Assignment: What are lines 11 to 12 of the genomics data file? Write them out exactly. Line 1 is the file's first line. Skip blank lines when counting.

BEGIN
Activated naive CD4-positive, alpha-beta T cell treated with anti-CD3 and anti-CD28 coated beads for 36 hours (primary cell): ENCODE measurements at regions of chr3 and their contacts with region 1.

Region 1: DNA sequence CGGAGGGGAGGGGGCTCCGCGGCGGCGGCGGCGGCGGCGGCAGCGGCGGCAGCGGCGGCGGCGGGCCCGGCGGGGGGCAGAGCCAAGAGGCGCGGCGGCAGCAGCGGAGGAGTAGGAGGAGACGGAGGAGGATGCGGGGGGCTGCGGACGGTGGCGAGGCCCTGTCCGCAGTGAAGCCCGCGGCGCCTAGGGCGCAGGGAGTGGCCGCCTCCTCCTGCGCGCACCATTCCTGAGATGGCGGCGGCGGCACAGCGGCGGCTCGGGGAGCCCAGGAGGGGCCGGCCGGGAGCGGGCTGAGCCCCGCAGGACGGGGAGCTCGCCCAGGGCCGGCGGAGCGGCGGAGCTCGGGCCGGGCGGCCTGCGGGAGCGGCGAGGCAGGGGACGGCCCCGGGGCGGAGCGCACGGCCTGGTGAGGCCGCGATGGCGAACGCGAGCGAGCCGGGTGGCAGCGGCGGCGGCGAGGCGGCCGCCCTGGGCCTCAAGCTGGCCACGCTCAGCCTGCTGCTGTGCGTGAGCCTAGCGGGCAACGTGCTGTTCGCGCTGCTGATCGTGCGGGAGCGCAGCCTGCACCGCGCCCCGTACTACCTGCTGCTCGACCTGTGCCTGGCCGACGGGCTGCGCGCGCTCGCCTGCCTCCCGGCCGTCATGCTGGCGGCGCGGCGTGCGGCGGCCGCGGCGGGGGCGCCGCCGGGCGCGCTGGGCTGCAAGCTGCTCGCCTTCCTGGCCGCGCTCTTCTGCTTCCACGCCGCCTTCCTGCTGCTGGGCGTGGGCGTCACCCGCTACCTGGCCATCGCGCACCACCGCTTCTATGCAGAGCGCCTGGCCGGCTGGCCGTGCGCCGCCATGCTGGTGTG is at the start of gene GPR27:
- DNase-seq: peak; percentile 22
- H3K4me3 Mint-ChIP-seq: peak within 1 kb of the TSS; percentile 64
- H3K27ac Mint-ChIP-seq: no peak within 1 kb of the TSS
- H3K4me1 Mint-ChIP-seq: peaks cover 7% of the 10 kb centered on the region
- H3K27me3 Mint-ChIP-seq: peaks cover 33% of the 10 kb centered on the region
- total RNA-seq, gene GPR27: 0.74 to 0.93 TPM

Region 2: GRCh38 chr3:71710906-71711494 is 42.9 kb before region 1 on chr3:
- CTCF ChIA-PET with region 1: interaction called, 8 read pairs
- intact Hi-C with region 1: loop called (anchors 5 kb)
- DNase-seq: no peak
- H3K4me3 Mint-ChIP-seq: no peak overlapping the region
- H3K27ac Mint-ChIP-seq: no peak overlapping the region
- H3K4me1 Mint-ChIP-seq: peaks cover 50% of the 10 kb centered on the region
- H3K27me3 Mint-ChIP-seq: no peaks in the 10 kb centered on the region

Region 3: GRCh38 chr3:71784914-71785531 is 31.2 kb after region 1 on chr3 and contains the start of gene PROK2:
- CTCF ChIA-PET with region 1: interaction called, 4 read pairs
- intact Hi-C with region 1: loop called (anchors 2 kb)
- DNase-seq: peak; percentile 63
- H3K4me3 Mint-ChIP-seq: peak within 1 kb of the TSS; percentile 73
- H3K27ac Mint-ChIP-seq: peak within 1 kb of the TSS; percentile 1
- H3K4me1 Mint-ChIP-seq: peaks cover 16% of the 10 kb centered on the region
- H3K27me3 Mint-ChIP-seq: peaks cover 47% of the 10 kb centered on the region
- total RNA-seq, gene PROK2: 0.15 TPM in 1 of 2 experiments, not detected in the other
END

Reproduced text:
- intact Hi-C with region 1: loop called (anchors 5 kb)
- DNase-seq: no peak